1

Let us call the country with the trade deficit, country A, which is our domestic country. If a country builds up a trade deficit, it is selling less goods to other countries than it buys from them. To do so, A must exchange its currency for foreign currency. This means more demand for the foreign currency and more supply for the domestic currency. More ...

1

The foreign exchange market is a huge over-the-counter market, primarily intermediated by large dealer banks with subsidiaries around the world (sometimes referred to as “money center” banks). A buyer or seller of a currency is almost certainly at or trading with one of these banks. The dealer banks make money via a “spread,” where every buyer or seller of ...

1

It's not impossible for a developing country to achieve economic growth without foreign investment, although in some circumstances it could be extremely difficult. Suppose a country's gross output in year 0 is $Y_0$. Assuming autarchy, we can write: $$Y_0 = C_0 + I_0$$ where $C$ is consumption and $I$ is gross investment (government expenditure is assumed ...

1

Simply because when you want to buy goods from country A, you (generally) first have to buy A's currency, which means selling yours. And given that selling a currency exerts a downward pressure on its value, the main idea behind a 100 percent cash margin requirement is about counter-balancing the depreciation by exerting an inversely-proportional upward ...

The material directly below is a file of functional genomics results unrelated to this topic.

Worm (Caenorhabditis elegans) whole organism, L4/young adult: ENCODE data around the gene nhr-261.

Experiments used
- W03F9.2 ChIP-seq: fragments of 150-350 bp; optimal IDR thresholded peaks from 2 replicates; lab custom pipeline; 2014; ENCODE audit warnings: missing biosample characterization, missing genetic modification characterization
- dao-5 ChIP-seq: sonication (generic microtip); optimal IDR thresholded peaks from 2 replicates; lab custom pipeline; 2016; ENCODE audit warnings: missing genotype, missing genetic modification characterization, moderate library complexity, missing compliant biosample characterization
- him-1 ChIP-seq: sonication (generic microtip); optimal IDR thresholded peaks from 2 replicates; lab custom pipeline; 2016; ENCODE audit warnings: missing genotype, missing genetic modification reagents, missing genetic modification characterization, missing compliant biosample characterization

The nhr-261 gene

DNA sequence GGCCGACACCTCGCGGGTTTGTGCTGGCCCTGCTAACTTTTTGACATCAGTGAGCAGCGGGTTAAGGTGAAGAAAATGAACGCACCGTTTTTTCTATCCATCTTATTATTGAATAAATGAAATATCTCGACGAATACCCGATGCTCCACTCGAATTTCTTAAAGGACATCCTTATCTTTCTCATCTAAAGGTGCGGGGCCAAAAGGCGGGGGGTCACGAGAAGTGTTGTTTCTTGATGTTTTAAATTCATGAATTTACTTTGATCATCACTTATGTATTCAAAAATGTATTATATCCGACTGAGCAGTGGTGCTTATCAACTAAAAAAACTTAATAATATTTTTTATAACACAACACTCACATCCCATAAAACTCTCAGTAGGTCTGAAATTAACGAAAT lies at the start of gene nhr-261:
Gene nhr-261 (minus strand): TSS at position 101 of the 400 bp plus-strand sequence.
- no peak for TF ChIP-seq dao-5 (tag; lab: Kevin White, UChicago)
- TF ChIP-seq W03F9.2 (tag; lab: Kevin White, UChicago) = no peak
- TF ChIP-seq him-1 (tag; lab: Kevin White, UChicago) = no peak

1

It could be a sustainable economic policy. It depends. Assuming your government doesn't have a big budget surplus, it will have to replace revenue lost from tariffs -- i.e. raise other taxes. Most taxes are distortionary, i.e. discourage productive economic behaviour. Especially for less developed countries and countries with weaker international ...

1

Your conclusion is correct here. Since at the current FX rate you can buy the burger cheaply at an equivalent rate of 2 EUR in the US. So basically, if you live in Germany and want to buy a Big Mac, you are better of buying the Big Mac from the US since via the FX rate you will still have 1 EUR left(if you started with 3 EUR) and hence this will increase the ...